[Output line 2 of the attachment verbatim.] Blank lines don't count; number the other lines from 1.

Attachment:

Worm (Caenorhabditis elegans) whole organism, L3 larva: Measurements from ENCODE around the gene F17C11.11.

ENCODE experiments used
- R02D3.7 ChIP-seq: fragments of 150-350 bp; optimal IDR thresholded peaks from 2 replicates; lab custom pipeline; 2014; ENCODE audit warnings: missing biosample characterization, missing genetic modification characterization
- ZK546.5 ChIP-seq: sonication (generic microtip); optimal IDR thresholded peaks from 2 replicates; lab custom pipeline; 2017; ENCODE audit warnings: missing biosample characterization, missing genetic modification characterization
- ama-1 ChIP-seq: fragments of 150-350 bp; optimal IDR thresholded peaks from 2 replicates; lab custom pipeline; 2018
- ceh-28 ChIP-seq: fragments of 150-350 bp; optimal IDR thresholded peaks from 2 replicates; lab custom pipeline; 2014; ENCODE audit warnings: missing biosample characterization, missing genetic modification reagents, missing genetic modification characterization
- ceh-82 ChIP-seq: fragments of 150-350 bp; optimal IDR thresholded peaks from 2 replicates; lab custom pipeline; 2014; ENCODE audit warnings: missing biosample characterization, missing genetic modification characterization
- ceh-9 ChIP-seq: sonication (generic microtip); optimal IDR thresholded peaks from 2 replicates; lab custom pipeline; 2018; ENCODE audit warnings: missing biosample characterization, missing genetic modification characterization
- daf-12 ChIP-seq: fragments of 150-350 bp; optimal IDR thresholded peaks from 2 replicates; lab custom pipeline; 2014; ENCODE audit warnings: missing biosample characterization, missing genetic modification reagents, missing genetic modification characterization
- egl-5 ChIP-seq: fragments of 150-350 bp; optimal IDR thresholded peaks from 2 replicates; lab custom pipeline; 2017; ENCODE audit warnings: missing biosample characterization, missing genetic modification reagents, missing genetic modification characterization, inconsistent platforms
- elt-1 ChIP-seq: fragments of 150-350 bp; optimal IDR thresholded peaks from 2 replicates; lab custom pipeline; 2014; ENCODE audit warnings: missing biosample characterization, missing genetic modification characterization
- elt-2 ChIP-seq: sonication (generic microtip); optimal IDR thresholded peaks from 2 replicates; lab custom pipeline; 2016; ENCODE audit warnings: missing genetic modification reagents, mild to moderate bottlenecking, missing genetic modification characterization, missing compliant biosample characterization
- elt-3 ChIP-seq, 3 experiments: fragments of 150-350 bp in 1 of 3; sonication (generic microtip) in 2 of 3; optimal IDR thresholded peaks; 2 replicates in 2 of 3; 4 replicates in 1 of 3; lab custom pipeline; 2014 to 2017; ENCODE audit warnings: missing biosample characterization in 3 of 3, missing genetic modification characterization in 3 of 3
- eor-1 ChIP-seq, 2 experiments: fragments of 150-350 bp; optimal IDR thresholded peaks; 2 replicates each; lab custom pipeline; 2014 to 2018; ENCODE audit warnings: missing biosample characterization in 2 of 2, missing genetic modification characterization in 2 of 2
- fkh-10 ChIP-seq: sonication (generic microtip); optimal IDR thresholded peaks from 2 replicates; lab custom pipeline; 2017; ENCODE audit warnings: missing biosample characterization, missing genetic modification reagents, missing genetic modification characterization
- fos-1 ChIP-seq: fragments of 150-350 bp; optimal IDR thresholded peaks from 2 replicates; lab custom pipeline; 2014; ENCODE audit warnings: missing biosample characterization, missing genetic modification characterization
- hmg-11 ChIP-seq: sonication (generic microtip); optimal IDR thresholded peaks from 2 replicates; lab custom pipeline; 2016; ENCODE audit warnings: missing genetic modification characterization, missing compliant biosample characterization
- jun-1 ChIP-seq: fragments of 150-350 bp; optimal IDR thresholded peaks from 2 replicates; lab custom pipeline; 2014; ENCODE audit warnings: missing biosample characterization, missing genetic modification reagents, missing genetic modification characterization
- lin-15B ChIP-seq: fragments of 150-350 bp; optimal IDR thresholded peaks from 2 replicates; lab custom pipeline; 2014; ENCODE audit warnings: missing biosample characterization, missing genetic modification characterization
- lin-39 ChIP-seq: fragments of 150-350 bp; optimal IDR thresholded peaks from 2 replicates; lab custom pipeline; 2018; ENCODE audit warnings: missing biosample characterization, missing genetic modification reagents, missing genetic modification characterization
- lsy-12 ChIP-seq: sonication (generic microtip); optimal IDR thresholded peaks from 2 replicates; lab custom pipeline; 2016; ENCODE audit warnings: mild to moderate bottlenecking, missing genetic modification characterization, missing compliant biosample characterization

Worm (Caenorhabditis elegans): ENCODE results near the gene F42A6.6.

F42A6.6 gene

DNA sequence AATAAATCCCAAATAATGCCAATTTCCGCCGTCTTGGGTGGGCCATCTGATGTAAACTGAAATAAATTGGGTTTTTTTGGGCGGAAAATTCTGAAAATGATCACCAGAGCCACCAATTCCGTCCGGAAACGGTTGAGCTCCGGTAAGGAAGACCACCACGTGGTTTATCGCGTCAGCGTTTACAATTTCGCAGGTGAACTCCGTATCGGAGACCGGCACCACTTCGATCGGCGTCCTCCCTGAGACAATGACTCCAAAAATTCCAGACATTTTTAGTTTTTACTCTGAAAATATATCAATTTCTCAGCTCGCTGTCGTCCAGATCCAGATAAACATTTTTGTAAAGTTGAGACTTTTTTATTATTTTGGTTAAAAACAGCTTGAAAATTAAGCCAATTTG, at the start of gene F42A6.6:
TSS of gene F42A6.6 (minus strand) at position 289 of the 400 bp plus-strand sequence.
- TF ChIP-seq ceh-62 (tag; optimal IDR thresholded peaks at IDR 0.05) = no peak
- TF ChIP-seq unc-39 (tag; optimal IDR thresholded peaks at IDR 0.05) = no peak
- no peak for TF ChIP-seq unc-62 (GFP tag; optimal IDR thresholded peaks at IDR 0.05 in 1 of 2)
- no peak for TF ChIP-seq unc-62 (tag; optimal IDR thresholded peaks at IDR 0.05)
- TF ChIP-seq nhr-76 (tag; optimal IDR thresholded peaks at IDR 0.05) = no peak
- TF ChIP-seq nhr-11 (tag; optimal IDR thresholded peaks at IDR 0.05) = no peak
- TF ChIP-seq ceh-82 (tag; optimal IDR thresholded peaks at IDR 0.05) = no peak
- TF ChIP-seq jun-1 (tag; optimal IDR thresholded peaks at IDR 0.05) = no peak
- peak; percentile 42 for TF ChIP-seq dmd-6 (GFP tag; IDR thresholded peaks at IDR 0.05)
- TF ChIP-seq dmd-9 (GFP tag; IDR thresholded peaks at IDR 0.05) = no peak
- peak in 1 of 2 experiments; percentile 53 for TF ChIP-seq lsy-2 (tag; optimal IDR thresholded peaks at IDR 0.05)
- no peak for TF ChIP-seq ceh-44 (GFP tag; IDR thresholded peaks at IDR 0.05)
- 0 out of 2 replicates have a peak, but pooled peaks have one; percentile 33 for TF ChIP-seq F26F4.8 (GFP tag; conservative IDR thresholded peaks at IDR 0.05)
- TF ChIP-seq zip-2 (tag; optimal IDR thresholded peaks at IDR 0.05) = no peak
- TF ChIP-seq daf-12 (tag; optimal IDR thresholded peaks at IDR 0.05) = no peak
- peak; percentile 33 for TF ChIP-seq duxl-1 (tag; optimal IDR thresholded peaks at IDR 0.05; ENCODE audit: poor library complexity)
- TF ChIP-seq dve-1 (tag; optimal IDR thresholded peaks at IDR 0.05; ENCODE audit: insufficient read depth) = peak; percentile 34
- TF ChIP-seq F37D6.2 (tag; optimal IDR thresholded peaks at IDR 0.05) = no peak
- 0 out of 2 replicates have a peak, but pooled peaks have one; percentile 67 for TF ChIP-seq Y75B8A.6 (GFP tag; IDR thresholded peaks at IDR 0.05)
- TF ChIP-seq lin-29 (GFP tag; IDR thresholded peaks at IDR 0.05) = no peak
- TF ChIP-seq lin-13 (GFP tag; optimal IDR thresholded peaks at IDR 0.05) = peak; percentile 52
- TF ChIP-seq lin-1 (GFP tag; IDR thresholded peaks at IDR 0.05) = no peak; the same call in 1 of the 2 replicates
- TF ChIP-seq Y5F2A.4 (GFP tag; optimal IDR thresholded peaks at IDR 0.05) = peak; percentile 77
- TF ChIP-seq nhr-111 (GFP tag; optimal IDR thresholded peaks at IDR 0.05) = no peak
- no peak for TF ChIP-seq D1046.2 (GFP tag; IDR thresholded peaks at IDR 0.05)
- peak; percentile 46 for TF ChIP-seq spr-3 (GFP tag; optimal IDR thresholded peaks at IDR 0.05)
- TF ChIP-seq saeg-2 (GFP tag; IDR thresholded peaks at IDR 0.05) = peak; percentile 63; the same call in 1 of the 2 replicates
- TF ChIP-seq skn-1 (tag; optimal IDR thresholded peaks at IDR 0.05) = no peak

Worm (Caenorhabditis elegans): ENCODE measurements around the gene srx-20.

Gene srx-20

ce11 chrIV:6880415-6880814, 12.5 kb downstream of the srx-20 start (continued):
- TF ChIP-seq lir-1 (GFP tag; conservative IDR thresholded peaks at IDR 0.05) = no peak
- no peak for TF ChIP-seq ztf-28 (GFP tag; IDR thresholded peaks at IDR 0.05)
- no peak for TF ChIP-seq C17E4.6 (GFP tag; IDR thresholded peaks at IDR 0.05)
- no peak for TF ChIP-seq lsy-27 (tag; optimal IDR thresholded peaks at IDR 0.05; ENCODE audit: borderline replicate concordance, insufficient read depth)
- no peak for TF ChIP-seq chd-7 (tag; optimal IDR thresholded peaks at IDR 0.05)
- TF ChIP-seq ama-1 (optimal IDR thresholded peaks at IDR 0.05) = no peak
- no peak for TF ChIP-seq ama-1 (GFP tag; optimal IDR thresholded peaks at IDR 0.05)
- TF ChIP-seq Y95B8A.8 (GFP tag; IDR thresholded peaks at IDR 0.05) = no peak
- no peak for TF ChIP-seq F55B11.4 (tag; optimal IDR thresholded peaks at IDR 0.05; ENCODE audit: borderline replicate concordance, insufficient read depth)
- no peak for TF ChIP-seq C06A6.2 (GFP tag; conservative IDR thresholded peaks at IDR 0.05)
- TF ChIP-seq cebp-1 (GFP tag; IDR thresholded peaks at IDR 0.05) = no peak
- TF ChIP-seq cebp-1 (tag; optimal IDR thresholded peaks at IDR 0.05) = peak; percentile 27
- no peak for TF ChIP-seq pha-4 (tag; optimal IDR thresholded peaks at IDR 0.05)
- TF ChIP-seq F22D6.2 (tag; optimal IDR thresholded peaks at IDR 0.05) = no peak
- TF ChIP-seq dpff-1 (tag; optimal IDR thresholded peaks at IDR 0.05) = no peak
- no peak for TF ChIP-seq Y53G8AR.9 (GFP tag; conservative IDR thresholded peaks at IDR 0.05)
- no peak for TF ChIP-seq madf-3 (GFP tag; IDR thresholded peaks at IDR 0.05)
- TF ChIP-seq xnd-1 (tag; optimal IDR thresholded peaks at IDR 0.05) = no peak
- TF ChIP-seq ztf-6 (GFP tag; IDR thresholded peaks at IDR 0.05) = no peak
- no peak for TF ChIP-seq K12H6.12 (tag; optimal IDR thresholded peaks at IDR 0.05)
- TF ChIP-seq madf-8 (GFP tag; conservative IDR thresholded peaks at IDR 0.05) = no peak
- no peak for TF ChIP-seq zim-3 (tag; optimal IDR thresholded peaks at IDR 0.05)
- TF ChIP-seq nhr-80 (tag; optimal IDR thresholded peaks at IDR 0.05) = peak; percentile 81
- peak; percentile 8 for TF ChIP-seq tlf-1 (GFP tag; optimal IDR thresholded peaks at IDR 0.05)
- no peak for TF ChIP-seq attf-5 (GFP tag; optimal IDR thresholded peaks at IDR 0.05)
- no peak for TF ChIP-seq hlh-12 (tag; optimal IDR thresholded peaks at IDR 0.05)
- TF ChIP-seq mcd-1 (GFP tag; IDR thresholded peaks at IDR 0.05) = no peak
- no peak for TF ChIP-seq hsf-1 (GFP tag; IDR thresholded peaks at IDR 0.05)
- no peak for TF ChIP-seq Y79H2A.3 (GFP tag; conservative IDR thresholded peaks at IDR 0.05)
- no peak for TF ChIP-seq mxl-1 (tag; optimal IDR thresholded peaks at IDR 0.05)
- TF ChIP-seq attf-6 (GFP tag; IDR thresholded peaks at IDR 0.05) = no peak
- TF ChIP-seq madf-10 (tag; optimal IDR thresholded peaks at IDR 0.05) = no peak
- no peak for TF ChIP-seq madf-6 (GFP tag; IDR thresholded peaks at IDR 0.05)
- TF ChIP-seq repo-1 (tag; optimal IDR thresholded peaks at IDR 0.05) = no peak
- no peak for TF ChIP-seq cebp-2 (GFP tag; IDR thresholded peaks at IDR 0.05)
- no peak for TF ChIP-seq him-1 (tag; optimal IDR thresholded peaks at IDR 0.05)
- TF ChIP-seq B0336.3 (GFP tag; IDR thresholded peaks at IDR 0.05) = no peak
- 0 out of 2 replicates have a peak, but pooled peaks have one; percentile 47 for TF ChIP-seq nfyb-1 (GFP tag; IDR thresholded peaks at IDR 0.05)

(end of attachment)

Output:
ENCODE experiments used